A modern Life Cycle Assessment (LCA) study has provided necessary evidence on the environmental advantages of flexible packaging in nearly all environmental impact categories, including carbon footprint. In addition, this study presents valuable scientific insights into the impact of multi-material flexible pouches linked to other commonly used packaging formats.
We understand that the LCA is helpful when reviewing how we make the most sustainable packaging solutions by bringing additional scientific evidence. Furthermore, at Huhtamaki, we believe that facts and confirmation should be the foundation for decision-making and regulation.
A current study on environmental impacts of flexible pouches
The LCA was escorted by the highly respected German-based Institute for Energy and Environmental Research (ifeu), authorized by Flexible Plastics Europe (FPE). It examined the environmental impacts of flexible pouches with glass jars and steel cans for pasta sauces and olives in the European market. Flexible bags showed clear, demonstrable ecological benefits over the two other formats.
For example, with a 400g content, a stretchy pouch had a 63% lower climate change impact than a glass jar and a 69% deeper impression than a steel can.
That study highlights the fact that lightweight, flexible packaging is resource-efficient. In addition, one of the core purposes of food packaging is to protect food and increase shelf life, thus hindering food waste and ultimately decreasing greenhouse gas emissions.
In addition, by preserving food products, be it pasta sauces or olives, from damage and spoilage, more clever packaging can do its part by ensuring that the carbon footprint created in food production is not ruined. Flexible pouches do this also more resource-efficient than their rigid complements.
Moving beyond assumptions around standard systems
Glass jars and steel cans are generally used for olives and pasta sauces in Europe because these packaging arrangements existed before flexible packaging was invented. Though, today the significant environmental benefits of flexible pouches exceed those standard explications. The product and logistics of rigid jars and cans need substantial energy, leading to carbon emissions. The raw materials required for glass jars and steel cans make up most of these emanations and show why conventional packaging arrangements, often perceived as sustainable, are not constantly the best possible alternative for the climate. We must move beyond long-held hypotheses and use evidence-based life cycle thinking when estimating the authentic influence of food packaging on the environment.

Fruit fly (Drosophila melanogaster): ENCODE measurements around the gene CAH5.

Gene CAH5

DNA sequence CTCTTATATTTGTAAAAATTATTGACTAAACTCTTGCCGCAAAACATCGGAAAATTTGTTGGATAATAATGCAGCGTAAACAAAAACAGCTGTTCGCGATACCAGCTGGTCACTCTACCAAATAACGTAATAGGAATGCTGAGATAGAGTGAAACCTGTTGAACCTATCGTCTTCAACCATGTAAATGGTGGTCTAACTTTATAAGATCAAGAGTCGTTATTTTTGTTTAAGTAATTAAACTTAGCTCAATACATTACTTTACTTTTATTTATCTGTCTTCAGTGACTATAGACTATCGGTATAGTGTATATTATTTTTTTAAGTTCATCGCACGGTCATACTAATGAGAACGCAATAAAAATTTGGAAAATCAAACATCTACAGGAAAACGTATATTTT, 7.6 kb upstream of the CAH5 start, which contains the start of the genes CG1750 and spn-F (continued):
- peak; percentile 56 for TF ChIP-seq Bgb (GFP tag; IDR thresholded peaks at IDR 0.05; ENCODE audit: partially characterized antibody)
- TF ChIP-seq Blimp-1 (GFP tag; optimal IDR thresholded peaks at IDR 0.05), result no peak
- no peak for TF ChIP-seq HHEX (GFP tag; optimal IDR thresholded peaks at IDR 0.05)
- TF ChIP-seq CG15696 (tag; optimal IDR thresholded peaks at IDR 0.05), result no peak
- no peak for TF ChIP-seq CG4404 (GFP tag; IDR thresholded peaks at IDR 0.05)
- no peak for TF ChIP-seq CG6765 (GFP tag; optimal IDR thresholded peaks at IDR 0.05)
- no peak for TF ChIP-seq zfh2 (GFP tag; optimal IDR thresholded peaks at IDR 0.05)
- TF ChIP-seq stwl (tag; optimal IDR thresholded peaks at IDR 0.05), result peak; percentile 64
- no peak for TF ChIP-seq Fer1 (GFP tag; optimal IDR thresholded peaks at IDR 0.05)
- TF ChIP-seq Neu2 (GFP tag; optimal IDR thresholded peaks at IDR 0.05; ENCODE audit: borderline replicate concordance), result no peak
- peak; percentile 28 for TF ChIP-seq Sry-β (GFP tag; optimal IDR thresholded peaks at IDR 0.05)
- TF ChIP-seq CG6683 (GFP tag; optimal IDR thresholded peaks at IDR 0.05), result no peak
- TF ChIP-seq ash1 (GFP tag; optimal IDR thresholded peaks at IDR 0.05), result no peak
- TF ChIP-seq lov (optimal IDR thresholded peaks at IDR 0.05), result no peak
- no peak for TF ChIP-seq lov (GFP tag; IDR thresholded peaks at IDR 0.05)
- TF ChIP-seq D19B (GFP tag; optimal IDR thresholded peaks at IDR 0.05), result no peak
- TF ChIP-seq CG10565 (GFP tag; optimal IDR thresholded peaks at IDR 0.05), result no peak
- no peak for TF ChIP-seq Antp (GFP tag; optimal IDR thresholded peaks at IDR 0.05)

The difficulty we face today with multi-material flexible packaging is recycling. As a member of Huhtamaki’s commitment to making 100% of our products recyclable, compostable, or reusable by 2030, we are actively operating on improving the recyclability of our flexible packaging, including pouches.
With our unique blueloop concept, we are well on our way and have already recyclable structures commercially ready for many flexible packaging applications. Thus, we aim to contribute to a resource-efficient circular economy. Nevertheless, in addition to developing recyclable systems, more total investments into collection and recycling infrastructure are needed to achieve more excellent recycling rates.
Nevertheless, according to the study, the post-consumer influence of packaging is not always an essential factor in overall environmental performance. Also, with a hypothetical 100% recycling rate, which decreased the impact for all three packaging types, there was no difference in the ranking order of the various kinds of packaging.
Driving systemic reform with the help of fact-based decisions
To create environmentally viable decisions, we must have objective evidence on the impacts of the existing alternatives. We should remember that conventional choices are not always the best for climate influence or other environmental impact categories. I kindly welcome the contribution of this LCA about the ecological effects of flexible pouches as it presents crucial evidence for the conversations we want to hold regarding food packaging, climate, and more careful regulation if we are to drive systemic change.